Unite Q&A on what next after the Collins review

Unite Q&A on what next after the Collins review

01 March 2014

A Q&A on where next following the Labour party special conference held at ExCeL London on Saturday 1 March 2014. 

Q&A The Collins Review: Let’s now rebuild our party

In September 2013, Lord Ray Collins was asked by Ed Miliband to look into the Labour-union ‘link’, the relationship between the Labour party and its affiliated trade unions

Lord Collins has proposed that only those trade union members who actively declare support for the Labour party should be affiliated to the party.

Unite is the biggest Labour-affiliated union in the UK. At present we affiliate one million members at £3 per member.  In the spirit of the Collins Review, Unite’s Executive Council will shortly consider whether this level of affiliation is justifiable.

Unite is very positive about the Collins’ changes.  They present our movement with a real opportunity to directly involve trade union members – the greatest body of ordinary men and women in the country - in politics.

Politics – and the Labour party - needs this shot in the arm.  Public disaffection with all the main parties is at an all-time high, and with the Tory party manifesto being written by six wealthy men, five of them Eton educated, Labour is the only chance the people of this country have to get their voices heard.

Why does Unite back these proposals when they came after attacks on the union and its members in Falkirk?

Unite welcomes the opportunity this review presents to look at our relationship with the Labour party; all relationships must be dynamic and open to change if they are to stay healthy.

The new proposals fit in with Unite’s political strategy, which is to encourage as many of our members as possible to join and get active in Labour.  In Falkirk, our members were doing just that – getting involved in their local Labour party, which had been dying on its feet, to revive its place in that community.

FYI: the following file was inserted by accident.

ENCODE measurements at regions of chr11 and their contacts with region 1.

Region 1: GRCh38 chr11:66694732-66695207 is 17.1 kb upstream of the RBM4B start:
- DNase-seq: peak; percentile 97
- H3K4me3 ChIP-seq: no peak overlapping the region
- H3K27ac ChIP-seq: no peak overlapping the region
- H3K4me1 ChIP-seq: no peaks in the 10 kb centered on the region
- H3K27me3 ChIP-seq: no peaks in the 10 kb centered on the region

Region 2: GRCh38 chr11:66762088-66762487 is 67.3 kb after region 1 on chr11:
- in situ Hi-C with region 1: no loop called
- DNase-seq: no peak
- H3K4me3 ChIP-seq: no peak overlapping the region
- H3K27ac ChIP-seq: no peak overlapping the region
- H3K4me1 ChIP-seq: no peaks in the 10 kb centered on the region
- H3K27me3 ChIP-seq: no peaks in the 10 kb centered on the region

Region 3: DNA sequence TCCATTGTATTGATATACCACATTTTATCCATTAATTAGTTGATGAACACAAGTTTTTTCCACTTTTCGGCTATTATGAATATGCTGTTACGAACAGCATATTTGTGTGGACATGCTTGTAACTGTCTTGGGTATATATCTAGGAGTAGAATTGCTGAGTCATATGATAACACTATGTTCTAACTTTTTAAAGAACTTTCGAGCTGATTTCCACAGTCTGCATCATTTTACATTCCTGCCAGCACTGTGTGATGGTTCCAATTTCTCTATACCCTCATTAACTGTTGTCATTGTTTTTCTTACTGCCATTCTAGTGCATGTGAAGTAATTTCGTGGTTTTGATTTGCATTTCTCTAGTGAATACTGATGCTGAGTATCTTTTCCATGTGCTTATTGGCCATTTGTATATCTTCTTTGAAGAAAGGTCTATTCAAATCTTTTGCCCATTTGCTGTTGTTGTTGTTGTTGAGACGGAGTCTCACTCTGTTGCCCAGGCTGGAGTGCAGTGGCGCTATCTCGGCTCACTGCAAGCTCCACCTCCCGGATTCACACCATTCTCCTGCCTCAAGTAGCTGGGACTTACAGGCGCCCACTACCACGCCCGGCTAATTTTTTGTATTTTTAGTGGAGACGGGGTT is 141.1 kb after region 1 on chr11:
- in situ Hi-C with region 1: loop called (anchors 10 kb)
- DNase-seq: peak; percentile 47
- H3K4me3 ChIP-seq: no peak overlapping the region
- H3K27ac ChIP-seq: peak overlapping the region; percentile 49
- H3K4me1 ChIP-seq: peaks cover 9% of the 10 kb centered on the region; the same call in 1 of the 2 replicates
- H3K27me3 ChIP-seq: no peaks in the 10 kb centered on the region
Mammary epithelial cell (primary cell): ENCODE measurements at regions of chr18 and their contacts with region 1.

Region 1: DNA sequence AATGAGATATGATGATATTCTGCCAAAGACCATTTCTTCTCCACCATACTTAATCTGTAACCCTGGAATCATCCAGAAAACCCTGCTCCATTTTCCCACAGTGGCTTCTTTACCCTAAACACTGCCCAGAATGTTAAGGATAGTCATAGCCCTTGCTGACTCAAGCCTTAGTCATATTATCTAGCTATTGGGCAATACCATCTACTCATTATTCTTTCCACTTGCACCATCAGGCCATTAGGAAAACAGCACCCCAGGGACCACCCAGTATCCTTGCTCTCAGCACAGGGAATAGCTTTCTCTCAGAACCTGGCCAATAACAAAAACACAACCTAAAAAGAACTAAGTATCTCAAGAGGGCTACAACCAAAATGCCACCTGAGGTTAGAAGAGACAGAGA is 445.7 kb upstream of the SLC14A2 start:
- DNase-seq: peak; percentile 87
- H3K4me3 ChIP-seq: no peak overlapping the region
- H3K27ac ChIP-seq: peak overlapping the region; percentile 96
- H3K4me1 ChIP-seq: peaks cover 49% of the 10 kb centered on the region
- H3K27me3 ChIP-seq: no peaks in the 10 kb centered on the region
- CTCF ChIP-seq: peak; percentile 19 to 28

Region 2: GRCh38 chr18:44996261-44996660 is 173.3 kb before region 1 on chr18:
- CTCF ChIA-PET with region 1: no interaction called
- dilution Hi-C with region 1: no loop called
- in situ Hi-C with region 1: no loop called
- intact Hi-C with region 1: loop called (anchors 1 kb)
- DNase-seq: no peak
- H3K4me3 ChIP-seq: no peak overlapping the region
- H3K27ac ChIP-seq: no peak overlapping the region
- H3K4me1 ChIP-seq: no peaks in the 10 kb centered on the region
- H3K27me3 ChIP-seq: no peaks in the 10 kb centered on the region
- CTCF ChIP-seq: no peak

Unite did nothing wrong in Falkirk, as two police reports and the Labour party itself agree.  However, vexatious briefing by those hostile to this union nearly destroyed the faith those members had in their party.  That is why Unite will not walk away from this – we will be standing and fighting for what we believe in, which is a Labour party of and for the ordinary, decent people of this country.

Labour, remember, is OUR party.  We – the trade unions - started it and this is a chance for six million ordinary men and women to really make their voices heard.

Unite has said that the `status quo’ wasn’t working very well for either side

Yes, our recent internal polling tells us that only half our members vote Labour.  Our general secretary has said that it is right that only those that want to be active supporters of Labour should be affiliated.

But aren’t you giving away union ‘power’ - at conference or on the NEC?

No.  We are renewing our link with party.  

Crucially, Ray Collins made no mention of changes to conference or NEC composition in his report. 

Once passed by conference, this is the settlement agreed by our party. We urge all to now to recognise this and get behind it, to respect this renewed union link and work now to ensure a Labour victory. 

Unite will be working hard to engage directly with our members to build their support for Labour.

Will union members see Labour as their best chance?

If the Labour party wants the support of ordinary working people, it needs their unions.  But it can’t just be left to us; Labour must demonstrate it offers a real alternative that will make a difference to our members’ lives, to their families and to the communities they live in.

Won’t cutting funds hamper Labour’s general election bid?

Unite wants Labour to be elected in 2015.  They are the only alternative to the Tories and their destructive austerity policies.

So we will not let them lose the election through lack of cash, but the money we can give will be targeted very much at the campaigns and issues that matter to our members, such as the defence of the NHS and the urgent need to create jobs for our kids.

Are you worried that the Collins Review leaves the unions out in the cold during any leadership election?

There will only be a leadership election if Labour fails to win the support of ordinary working people and loses the general election.  If Ed Miliband is allowed to take the policies of jobs, homes and hope to the nation, then he won’t just be Labour leader, but leader of our country too.  

What next?

After the special conference on 1 March, the hard work begins.  The ‘Implementation Group’, accountable to Labour’s NEC, will be charged with taking the Collins proposals forward.  It will be these discussions that map out maximum engagement during the five year transition period, including for the London mayoral primary in 2015.

For Unite, the hard work now begins.  We will be working hard to persuade Labour to go to the people of this country with an agenda of change and hope, which will result not just in the financial support of Unite members, but their vote.